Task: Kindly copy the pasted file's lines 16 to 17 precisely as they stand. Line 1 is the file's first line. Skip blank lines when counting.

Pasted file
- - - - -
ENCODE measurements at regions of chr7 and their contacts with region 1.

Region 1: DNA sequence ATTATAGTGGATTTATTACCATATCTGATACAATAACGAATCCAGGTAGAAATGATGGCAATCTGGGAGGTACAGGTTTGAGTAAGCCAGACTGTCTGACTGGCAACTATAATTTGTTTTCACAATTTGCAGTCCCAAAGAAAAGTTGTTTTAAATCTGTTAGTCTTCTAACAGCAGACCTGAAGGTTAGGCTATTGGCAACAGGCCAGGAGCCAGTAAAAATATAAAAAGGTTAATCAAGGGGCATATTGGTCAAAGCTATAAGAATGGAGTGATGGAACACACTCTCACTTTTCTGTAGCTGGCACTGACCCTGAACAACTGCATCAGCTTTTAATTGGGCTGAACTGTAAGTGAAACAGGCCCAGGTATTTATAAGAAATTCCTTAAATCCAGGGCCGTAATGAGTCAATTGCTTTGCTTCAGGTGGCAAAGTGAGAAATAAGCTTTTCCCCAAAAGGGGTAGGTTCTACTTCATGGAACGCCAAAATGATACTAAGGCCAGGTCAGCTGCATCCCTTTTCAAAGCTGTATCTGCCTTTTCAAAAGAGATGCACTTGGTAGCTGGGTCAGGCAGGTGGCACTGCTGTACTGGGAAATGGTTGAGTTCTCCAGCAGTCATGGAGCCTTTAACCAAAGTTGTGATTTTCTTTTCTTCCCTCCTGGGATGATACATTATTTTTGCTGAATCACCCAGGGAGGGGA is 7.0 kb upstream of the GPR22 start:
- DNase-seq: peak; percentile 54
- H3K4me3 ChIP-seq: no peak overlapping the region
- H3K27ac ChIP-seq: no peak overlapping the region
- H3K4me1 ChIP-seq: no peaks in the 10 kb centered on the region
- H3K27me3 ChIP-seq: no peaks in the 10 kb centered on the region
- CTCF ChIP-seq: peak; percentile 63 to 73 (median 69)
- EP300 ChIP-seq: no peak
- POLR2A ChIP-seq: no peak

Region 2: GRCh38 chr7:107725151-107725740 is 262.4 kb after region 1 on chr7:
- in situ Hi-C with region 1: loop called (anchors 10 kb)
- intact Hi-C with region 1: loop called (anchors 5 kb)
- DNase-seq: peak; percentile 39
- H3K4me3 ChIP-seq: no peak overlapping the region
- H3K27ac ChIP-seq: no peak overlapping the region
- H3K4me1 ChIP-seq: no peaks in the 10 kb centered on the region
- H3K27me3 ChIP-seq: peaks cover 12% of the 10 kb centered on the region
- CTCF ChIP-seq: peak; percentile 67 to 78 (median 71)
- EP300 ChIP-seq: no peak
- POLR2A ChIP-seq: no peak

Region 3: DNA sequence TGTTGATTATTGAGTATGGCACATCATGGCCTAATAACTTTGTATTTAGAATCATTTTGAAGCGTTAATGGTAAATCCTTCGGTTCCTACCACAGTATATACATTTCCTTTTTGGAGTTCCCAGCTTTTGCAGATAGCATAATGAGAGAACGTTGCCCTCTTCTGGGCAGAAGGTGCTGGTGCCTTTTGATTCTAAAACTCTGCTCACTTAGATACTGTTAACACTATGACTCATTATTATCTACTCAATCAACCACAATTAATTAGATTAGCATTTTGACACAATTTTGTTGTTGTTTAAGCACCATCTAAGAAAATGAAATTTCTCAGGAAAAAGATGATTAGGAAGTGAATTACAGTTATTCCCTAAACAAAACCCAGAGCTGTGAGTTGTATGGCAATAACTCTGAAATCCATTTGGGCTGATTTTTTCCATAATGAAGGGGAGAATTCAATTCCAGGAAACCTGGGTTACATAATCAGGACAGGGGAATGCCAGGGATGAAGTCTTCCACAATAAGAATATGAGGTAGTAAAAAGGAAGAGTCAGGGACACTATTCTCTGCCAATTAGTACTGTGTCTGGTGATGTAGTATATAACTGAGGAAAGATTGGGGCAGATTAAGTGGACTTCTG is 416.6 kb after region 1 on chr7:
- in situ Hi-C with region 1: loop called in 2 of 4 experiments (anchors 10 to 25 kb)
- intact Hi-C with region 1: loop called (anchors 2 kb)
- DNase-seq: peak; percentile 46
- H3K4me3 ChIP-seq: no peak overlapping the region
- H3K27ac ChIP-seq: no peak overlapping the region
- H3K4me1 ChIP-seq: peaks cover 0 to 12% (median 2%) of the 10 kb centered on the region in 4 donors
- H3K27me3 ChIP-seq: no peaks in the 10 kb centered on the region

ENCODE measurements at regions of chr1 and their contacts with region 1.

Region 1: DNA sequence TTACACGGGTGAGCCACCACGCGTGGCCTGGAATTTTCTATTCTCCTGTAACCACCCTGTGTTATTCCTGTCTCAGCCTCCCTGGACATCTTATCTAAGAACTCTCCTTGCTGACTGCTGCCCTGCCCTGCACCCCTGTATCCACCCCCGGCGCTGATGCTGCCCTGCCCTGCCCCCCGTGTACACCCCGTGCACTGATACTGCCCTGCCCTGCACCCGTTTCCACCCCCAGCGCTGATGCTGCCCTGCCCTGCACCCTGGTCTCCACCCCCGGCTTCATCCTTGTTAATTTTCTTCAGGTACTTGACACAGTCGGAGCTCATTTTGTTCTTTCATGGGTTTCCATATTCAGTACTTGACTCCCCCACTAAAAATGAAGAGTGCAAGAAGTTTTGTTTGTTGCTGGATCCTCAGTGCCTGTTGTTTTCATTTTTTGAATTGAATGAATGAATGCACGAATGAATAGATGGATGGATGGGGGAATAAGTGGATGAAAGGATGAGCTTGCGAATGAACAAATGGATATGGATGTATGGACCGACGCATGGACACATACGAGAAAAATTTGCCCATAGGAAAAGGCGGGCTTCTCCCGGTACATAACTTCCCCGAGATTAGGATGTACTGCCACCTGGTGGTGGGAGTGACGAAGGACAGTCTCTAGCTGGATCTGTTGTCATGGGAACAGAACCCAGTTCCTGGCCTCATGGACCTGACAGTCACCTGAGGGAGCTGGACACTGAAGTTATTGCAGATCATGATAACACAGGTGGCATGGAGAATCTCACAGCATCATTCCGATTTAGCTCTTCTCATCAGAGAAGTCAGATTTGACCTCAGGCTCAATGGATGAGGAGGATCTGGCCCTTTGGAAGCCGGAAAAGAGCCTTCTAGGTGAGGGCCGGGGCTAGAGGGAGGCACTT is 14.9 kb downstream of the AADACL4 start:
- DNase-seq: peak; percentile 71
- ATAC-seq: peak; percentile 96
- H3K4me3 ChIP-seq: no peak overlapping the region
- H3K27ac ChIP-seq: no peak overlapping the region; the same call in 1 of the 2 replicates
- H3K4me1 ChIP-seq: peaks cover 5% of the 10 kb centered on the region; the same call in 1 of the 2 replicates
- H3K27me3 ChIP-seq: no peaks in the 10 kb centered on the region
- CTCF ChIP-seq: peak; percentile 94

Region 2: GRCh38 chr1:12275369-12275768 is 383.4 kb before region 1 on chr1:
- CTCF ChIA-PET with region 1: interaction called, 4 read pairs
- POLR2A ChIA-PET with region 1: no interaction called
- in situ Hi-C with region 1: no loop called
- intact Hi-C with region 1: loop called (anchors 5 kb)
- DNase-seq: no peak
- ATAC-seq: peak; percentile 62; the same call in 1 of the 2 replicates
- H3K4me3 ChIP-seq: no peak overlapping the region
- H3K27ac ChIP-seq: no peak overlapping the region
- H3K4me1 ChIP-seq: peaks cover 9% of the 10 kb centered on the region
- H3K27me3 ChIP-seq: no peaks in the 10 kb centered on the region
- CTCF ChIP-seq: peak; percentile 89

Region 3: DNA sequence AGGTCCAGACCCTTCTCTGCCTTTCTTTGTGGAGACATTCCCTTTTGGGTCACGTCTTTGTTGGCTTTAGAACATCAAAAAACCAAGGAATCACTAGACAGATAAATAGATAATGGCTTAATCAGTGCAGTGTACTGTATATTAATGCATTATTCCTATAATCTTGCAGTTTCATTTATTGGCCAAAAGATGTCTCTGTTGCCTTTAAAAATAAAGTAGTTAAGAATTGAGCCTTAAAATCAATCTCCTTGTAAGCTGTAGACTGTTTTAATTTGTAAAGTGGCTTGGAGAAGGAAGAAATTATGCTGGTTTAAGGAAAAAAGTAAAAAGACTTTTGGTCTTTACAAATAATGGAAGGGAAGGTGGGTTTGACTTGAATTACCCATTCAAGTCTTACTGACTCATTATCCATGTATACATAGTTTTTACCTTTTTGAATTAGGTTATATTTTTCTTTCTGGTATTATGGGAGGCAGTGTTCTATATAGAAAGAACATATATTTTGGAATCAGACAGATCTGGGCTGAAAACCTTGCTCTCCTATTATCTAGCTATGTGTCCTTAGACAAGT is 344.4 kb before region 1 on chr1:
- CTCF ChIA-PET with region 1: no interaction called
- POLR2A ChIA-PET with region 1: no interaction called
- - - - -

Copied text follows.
- H3K27ac ChIP-seq: no peak overlapping the region
- H3K4me1 ChIP-seq: no peaks in the 10 kb centered on the region